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Twitch cleaning up operations with content classification labels

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Twitch has announced that it will be replacing the Mature Content toggle with new Content Classification Labels. It said that content containing the following items and themes will be marked with the label to help people avoid mature content:

  • Mature-Rated Games
  • Sexual Themes
  • Drugs, Intoxication, or Excessive Tobacco Use
  • Violent and Graphic Depictions
  • Significant Profanity or Vulgarity
  • Gambling

Labelling a stream isn’t difficult to do for content creators, they just need to go into the Stream Manager, head to Edit Stream Info and look for Content Classification. From a drop-down, they can apply all the labels that are relevant.

After a stream ends, the labels will be carried over to the next stream unless they’re manually removed. The labels will also be applied to any videos on demand associated with the stream.

In addition to these labels, Twitch has built-in ESRB mature-rated game labels that will be applied to a stream automatically. If you move over to a non-M-rated game, the label will automatically be removed.

Broadcasters will be responsible for applying the appropriate labels to their stream, failure to do so will result in a warning via email and the correct label being applied to their stream. Luckily for creators, no suspensions will be handed out for not accurately labelling their stream.

The platform said that if users repeatedly fail to label their content, the label will be applied for them and locked in place for days or weeks depending on the number of prior warnings. If you want to dive into all the technicalities surrounding the labels, then you need to check out the Content Classification guidelines.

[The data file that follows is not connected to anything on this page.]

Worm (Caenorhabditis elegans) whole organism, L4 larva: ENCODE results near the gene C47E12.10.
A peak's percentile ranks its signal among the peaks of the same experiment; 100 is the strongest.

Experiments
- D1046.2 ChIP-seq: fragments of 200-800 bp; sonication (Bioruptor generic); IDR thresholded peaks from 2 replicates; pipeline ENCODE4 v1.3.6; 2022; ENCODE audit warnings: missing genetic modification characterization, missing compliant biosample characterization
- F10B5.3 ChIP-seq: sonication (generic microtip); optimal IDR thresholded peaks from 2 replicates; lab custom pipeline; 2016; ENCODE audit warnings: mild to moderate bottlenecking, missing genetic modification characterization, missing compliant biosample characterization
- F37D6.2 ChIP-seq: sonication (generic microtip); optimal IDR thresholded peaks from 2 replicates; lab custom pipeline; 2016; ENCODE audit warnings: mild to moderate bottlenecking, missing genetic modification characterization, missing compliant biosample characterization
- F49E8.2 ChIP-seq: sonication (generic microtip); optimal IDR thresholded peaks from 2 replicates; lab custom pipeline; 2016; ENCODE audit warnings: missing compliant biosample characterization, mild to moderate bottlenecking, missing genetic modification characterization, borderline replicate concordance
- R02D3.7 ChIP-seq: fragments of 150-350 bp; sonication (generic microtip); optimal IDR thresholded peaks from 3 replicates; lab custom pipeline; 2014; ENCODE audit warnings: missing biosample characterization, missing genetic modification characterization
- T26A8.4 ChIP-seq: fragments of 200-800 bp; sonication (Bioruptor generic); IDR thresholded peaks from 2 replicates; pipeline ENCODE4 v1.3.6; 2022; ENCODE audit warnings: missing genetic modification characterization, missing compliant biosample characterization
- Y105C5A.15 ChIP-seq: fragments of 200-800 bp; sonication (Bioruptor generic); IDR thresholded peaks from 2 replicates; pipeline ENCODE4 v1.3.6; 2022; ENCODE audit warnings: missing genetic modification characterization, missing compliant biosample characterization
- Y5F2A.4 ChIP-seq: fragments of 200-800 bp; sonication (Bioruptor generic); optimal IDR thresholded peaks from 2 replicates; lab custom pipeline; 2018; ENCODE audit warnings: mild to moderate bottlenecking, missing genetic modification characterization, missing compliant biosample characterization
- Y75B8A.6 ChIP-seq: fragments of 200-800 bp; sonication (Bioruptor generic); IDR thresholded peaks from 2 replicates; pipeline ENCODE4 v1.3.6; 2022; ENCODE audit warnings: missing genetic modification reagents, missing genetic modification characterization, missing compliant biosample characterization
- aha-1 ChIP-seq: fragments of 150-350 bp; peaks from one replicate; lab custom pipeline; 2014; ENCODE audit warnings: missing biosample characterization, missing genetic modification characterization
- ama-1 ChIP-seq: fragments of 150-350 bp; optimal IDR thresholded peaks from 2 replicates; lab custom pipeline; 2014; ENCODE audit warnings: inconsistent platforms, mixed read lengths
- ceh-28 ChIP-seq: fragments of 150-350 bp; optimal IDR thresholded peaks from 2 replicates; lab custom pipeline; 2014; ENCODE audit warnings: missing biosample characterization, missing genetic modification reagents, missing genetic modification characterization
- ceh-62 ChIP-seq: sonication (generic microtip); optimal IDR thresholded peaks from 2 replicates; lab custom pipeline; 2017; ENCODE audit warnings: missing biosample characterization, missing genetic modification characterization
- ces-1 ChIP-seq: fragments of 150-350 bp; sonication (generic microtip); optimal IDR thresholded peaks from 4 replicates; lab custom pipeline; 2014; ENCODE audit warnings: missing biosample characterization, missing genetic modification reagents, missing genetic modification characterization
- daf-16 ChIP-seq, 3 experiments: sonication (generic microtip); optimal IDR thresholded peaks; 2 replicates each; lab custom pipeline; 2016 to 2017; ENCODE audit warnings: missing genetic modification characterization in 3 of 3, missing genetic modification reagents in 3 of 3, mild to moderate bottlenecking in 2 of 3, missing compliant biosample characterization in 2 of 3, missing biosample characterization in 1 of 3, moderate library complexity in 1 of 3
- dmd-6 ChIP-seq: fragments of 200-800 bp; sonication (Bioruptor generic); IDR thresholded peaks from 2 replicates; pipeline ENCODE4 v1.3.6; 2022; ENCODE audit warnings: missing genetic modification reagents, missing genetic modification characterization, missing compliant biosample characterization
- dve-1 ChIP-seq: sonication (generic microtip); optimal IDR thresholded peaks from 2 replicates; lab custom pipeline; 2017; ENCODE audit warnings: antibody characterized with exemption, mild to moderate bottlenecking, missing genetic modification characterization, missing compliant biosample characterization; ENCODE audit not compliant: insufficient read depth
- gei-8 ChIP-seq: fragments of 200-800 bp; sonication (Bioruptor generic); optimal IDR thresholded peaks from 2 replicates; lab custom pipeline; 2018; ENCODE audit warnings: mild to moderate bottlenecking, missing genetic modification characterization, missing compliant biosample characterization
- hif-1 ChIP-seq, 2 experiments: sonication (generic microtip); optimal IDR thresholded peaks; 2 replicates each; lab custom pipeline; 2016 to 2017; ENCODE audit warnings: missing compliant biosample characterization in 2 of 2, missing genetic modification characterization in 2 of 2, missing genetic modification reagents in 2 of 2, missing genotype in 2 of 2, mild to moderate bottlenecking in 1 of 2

The decision by Twitch has a few reasons behind it. First, they want to help protect younger audiences from being exposed to crass content. Secondly, it will help advertisers place content as some brands may not want to appear alongside some foul-mouthed gamer.

In its own words, the company said:

“In addition to helping streamers connect with viewers who are more likely to be a good fit for their communities, these labels also help protect younger viewers and advertisers. Content labeling has become a common practice across the media and entertainment industry, both from a safety perspective and to provide important information that helps advertisers better target the content their ads appear alongside.”

The Content Classification Labels are available from today. If you are a viewer, you can report streams if you believe they’re missing a label. Violators of these new rules won’t receive label locks as punishment until July 20, to give them time to learn the new rules.

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